I would best capture the feel of Weekend by using some words of Tropicalia hero Fernando Pessao, which I stumbled across the other day. The passage haunted me like a lost Weekend song. It went: “In the lingering summer evenings, I love the quiet of this commercial part of town, all the more because it’s such a contrast with the noisy bustle that fills it during the day. Rua do Arsenal, Rua de Alfandega, the sad roads that reach out to the east where the Alfandega ends, and the long solitary line of quiet quays: they comfort me with sadness on those evenings when I choose to share their solitude.”

Pretentious perhaps appropriating Pessoa, but the music of Weekend does evoke the new bohemianism Geoff Dyer captures in his The Colour of Memory, and which other groups like the Swamp Children/Kalima caught in footage of a monochrome Manchester that’s now long gone. An old Coltrane tune playing in a deserted warehouse as a solitary figure dances. Where work is eschewed in favour of dreaming, and there are far too many books, records, and films to catch up on anyway.

After the Weekend was over, Alison Statton would be rescued by Ian Devine to make a couple of records for the Crepescule imprint. Devine may be best known now for his quote in Michael Bracewell’s The Nineties where he says his ultimate aim is “cultural disengagement” ­ “I want to not know who Hugh Grant is.” But long before that he was part of Ludus, deadly serious mischief makers from Manchester, led by artful agitator Linder. She maybe better known now for her photos of Morrissey (a huge Ludus fan ­ if I had my wits about me I’d still have the article he wrote on Ludus for Irish fanzine Vox under the pen name of Sheridan Whiteside, and which contained many of the phrases he would use in the early days of the Smiths) than for the madly inventive pop she was part of, but the Ludus records have worn remarkably well.

photo: Andrew Tucker
If Alison’s contribution to the Young Marble Giants would lay the foundation for the folk experiments of Galaxie 500 and on into Damon and Naomi (and it’s no coincidence that Naomi Yang’s vocals on the Galaxie 500 version of 'Final Day' are so exquisitely Statton islandish), then the sound of the matured, stranger Saint Etienne ballads can be surely heard in the records made by Statton and Devine.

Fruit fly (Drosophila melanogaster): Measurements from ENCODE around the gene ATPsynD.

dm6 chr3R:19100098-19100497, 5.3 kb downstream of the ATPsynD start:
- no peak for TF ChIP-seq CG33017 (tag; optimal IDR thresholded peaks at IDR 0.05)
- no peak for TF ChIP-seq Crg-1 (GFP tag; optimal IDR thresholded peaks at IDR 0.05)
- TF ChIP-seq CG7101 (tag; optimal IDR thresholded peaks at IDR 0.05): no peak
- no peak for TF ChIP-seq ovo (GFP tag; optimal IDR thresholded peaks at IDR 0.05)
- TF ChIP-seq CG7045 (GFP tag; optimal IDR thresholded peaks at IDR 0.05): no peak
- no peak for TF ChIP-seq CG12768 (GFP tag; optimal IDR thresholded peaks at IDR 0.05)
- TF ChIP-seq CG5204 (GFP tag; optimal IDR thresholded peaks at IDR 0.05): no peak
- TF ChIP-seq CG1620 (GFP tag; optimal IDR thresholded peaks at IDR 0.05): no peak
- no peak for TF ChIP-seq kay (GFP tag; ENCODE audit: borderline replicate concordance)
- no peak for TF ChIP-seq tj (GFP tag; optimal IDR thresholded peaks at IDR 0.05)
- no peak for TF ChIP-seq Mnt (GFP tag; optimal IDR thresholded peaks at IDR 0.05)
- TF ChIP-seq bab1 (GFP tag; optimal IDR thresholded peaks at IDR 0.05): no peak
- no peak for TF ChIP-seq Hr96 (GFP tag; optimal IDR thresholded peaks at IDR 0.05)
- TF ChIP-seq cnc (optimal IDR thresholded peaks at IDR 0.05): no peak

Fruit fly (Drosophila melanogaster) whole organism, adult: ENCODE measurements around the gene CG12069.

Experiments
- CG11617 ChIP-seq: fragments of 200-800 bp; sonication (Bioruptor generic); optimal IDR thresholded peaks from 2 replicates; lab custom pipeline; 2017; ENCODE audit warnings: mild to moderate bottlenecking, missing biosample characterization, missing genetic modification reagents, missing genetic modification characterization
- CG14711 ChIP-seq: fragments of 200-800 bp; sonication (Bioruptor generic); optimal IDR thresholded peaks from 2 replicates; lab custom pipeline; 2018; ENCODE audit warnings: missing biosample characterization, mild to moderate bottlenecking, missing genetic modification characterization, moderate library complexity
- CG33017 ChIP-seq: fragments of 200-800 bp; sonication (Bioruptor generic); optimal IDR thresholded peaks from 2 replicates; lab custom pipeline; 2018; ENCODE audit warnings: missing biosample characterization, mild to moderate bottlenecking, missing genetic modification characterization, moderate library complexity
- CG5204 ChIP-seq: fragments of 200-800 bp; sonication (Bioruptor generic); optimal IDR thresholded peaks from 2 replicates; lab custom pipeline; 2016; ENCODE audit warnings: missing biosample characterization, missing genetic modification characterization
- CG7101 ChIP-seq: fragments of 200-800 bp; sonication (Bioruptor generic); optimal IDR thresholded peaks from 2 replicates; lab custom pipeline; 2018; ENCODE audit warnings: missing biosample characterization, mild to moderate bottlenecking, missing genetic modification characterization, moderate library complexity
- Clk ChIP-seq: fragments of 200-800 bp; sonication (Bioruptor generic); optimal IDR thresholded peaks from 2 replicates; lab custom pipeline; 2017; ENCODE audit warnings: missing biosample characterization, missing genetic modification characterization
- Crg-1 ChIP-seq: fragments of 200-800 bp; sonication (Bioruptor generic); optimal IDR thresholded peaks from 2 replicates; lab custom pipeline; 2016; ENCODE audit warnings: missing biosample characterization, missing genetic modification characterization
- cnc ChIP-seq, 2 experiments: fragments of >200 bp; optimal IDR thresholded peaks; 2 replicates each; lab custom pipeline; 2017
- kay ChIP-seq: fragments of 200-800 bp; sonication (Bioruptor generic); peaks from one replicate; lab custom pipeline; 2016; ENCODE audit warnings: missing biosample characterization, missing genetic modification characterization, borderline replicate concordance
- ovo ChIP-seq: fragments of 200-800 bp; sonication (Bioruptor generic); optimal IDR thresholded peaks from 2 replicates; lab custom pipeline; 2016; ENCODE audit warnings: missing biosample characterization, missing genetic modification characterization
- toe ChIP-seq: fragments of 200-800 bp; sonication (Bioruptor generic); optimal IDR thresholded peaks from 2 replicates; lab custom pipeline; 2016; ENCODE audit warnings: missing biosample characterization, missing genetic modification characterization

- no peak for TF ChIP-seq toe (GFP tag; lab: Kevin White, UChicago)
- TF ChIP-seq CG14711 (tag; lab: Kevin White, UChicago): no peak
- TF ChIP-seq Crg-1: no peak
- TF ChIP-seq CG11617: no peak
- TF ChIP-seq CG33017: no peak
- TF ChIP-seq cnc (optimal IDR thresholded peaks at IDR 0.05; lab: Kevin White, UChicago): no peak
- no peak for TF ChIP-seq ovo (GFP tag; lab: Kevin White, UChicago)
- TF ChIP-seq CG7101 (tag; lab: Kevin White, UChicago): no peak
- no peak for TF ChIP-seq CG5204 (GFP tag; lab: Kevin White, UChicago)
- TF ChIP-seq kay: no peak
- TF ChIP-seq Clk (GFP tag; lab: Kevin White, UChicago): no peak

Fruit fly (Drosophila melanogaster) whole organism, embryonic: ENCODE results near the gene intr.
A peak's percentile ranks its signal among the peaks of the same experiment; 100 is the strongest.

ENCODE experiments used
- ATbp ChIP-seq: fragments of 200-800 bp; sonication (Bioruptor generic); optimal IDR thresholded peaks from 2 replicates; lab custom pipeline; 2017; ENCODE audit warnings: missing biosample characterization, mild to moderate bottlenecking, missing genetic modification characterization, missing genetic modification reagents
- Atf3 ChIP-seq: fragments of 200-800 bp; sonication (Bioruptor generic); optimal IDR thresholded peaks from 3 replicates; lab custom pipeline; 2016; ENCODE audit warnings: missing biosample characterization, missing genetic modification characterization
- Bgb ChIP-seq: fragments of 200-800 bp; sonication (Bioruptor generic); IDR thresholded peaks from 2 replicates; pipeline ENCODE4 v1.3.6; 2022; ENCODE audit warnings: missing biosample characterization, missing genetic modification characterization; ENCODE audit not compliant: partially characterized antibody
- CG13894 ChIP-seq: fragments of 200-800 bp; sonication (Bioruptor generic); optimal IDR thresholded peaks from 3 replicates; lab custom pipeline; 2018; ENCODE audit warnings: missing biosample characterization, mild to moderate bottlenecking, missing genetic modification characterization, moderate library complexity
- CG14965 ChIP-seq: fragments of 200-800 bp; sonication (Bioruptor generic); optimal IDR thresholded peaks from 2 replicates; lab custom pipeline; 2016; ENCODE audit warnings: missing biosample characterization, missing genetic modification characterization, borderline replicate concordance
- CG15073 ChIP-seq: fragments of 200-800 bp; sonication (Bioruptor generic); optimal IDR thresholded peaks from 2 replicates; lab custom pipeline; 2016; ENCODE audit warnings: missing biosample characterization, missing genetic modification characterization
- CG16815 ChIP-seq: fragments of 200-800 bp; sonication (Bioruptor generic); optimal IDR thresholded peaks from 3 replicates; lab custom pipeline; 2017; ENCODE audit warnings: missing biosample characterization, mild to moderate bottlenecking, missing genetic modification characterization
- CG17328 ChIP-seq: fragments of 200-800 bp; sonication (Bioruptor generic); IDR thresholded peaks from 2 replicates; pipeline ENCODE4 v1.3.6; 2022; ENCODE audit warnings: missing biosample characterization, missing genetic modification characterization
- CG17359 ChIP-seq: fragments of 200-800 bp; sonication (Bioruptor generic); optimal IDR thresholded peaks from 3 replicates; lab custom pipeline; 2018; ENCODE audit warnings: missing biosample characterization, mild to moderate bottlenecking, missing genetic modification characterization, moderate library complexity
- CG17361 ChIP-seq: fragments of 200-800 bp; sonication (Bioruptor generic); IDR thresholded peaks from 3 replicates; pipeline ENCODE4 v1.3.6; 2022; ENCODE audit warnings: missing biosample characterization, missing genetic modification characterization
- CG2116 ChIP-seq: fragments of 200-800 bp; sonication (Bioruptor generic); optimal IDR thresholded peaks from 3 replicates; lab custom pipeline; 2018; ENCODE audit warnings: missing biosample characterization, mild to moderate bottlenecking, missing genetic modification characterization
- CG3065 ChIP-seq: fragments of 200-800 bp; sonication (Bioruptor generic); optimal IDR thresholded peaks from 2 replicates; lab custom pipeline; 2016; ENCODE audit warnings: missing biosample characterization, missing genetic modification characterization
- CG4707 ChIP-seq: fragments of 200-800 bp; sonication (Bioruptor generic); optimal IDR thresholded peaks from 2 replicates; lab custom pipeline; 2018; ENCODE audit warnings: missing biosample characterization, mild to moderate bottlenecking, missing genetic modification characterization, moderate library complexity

Myself I prefer the records Alison would go on to make with her old Weekend comrade Spike for the distinctly odd Vinyl Japan label (home too to another goddess temporarily when Fay Hallam would record for them as Phaze). These records explore further the folk and jazz ballads roots which had previously been hinted at, and which if explored in whatever direction would lead to Bridget St John and Shelagh MacDonald, Nara Leao and Joyce, Sheila Jordan and Anita O’Day, Robert Wyatt and Richard Thompson.

And it’s funny just taking that one stage further, in the early days of Rough Trade it was almost heretical and incredibly brave to compare Scritti Politti to Henry Cow, Hatfield and the North, and Richard Thompson, and make connections between the Raincoats and Young Marble Giants and Sandy Denny and Fairport Convention. Yet in next to no time Pere Ubu’s David Thomas would make these links explicit with the personnel on his solo Rough Trade sets, and Robert Wyatt would be making a series of exceptionally lovely recordings for Rough Trade.

© 2006 John Carney

Thanks to Mike Applestein's peerless 'Cardiffians' website for photos.